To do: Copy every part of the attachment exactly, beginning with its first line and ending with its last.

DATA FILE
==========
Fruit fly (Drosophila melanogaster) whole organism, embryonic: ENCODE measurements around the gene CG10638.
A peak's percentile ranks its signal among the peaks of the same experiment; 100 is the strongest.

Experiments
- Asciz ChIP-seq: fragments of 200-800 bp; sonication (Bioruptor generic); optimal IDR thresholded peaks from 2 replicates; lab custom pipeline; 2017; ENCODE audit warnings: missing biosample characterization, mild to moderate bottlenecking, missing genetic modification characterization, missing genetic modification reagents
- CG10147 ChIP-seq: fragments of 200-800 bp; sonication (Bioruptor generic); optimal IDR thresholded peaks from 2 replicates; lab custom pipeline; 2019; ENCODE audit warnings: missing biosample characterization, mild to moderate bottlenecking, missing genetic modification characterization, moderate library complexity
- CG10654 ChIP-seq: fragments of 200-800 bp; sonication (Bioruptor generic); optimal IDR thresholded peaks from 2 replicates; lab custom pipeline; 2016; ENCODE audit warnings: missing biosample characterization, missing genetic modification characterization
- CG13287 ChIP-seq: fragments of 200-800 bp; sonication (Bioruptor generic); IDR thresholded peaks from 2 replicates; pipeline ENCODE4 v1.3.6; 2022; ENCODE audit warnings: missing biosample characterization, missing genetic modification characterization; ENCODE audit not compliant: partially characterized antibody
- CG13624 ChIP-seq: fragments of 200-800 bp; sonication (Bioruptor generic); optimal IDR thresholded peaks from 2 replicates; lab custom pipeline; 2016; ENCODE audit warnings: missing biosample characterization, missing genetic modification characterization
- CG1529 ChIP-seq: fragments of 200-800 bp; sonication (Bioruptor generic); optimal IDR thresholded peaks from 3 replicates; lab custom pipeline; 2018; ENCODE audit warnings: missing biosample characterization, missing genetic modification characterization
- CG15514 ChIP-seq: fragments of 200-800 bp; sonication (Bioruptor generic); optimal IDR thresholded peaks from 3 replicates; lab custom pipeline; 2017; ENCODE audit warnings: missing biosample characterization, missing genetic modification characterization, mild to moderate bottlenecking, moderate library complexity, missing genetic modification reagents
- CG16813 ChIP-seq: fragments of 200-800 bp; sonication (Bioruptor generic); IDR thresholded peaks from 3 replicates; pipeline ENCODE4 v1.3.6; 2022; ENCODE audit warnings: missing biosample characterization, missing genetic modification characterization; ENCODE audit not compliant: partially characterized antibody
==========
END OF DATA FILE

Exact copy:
Fruit fly (Drosophila melanogaster) whole organism, embryonic: ENCODE measurements around the gene CG10638.
A peak's percentile ranks its signal among the peaks of the same experiment; 100 is the strongest.

Experiments
- Asciz ChIP-seq: fragments of 200-800 bp; sonication (Bioruptor generic); optimal IDR thresholded peaks from 2 replicates; lab custom pipeline; 2017; ENCODE audit warnings: missing biosample characterization, mild to moderate bottlenecking, missing genetic modification characterization, missing genetic modification reagents
- CG10147 ChIP-seq: fragments of 200-800 bp; sonication (Bioruptor generic); optimal IDR thresholded peaks from 2 replicates; lab custom pipeline; 2019; ENCODE audit warnings: missing biosample characterization, mild to moderate bottlenecking, missing genetic modification characterization, moderate library complexity
- CG10654 ChIP-seq: fragments of 200-800 bp; sonication (Bioruptor generic); optimal IDR thresholded peaks from 2 replicates; lab custom pipeline; 2016; ENCODE audit warnings: missing biosample characterization, missing genetic modification characterization
- CG13287 ChIP-seq: fragments of 200-800 bp; sonication (Bioruptor generic); IDR thresholded peaks from 2 replicates; pipeline ENCODE4 v1.3.6; 2022; ENCODE audit warnings: missing biosample characterization, missing genetic modification characterization; ENCODE audit not compliant: partially characterized antibody
- CG13624 ChIP-seq: fragments of 200-800 bp; sonication (Bioruptor generic); optimal IDR thresholded peaks from 2 replicates; lab custom pipeline; 2016; ENCODE audit warnings: missing biosample characterization, missing genetic modification characterization
- CG1529 ChIP-seq: fragments of 200-800 bp; sonication (Bioruptor generic); optimal IDR thresholded peaks from 3 replicates; lab custom pipeline; 2018; ENCODE audit warnings: missing biosample characterization, missing genetic modification characterization
- CG15514 ChIP-seq: fragments of 200-800 bp; sonication (Bioruptor generic); optimal IDR thresholded peaks from 3 replicates; lab custom pipeline; 2017; ENCODE audit warnings: missing biosample characterization, missing genetic modification characterization, mild to moderate bottlenecking, moderate library complexity, missing genetic modification reagents
- CG16813 ChIP-seq: fragments of 200-800 bp; sonication (Bioruptor generic); IDR thresholded peaks from 3 replicates; pipeline ENCODE4 v1.3.6; 2022; ENCODE audit warnings: missing biosample characterization, missing genetic modification characterization; ENCODE audit not compliant: partially characterized antibody